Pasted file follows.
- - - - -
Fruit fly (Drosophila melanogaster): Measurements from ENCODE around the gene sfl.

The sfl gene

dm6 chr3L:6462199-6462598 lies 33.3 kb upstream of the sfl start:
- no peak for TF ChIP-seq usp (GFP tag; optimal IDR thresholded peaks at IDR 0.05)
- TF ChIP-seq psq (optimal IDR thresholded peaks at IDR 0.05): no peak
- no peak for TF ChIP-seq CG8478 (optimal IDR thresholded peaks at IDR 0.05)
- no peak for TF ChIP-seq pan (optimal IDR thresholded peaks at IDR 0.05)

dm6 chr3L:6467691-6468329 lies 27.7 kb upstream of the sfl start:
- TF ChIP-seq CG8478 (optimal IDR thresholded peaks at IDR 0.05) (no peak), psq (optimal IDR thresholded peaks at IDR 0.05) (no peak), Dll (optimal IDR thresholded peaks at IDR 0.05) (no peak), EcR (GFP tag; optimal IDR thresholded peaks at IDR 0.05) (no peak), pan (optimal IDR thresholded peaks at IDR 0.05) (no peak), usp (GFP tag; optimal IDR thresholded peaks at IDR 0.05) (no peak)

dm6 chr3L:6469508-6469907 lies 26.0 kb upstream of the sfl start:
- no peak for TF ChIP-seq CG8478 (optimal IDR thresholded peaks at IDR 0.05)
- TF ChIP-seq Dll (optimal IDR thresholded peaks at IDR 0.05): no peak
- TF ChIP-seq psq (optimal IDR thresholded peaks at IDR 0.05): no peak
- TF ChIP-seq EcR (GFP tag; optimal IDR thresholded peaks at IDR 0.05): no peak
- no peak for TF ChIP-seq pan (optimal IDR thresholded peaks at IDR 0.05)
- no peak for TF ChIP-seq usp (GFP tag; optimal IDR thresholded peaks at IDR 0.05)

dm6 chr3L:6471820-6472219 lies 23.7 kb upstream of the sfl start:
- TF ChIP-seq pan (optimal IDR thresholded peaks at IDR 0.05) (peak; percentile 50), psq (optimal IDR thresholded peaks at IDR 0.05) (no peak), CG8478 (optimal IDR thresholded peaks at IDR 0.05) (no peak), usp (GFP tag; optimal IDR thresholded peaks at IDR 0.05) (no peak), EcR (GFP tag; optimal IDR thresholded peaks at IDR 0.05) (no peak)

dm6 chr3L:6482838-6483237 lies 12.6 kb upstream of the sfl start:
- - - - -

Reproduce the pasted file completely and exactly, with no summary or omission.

Fruit fly (Drosophila melanogaster): Measurements from ENCODE around the gene sfl.

The sfl gene

dm6 chr3L:6462199-6462598 lies 33.3 kb upstream of the sfl start:
- no peak for TF ChIP-seq usp (GFP tag; optimal IDR thresholded peaks at IDR 0.05)
- TF ChIP-seq psq (optimal IDR thresholded peaks at IDR 0.05): no peak
- no peak for TF ChIP-seq CG8478 (optimal IDR thresholded peaks at IDR 0.05)
- no peak for TF ChIP-seq pan (optimal IDR thresholded peaks at IDR 0.05)

dm6 chr3L:6467691-6468329 lies 27.7 kb upstream of the sfl start:
- TF ChIP-seq CG8478 (optimal IDR thresholded peaks at IDR 0.05) (no peak), psq (optimal IDR thresholded peaks at IDR 0.05) (no peak), Dll (optimal IDR thresholded peaks at IDR 0.05) (no peak), EcR (GFP tag; optimal IDR thresholded peaks at IDR 0.05) (no peak), pan (optimal IDR thresholded peaks at IDR 0.05) (no peak), usp (GFP tag; optimal IDR thresholded peaks at IDR 0.05) (no peak)

dm6 chr3L:6469508-6469907 lies 26.0 kb upstream of the sfl start:
- no peak for TF ChIP-seq CG8478 (optimal IDR thresholded peaks at IDR 0.05)
- TF ChIP-seq Dll (optimal IDR thresholded peaks at IDR 0.05): no peak
- TF ChIP-seq psq (optimal IDR thresholded peaks at IDR 0.05): no peak
- TF ChIP-seq EcR (GFP tag; optimal IDR thresholded peaks at IDR 0.05): no peak
- no peak for TF ChIP-seq pan (optimal IDR thresholded peaks at IDR 0.05)
- no peak for TF ChIP-seq usp (GFP tag; optimal IDR thresholded peaks at IDR 0.05)

dm6 chr3L:6471820-6472219 lies 23.7 kb upstream of the sfl start:
- TF ChIP-seq pan (optimal IDR thresholded peaks at IDR 0.05) (peak; percentile 50), psq (optimal IDR thresholded peaks at IDR 0.05) (no peak), CG8478 (optimal IDR thresholded peaks at IDR 0.05) (no peak), usp (GFP tag; optimal IDR thresholded peaks at IDR 0.05) (no peak), EcR (GFP tag; optimal IDR thresholded peaks at IDR 0.05) (no peak)

dm6 chr3L:6482838-6483237 lies 12.6 kb upstream of the sfl start: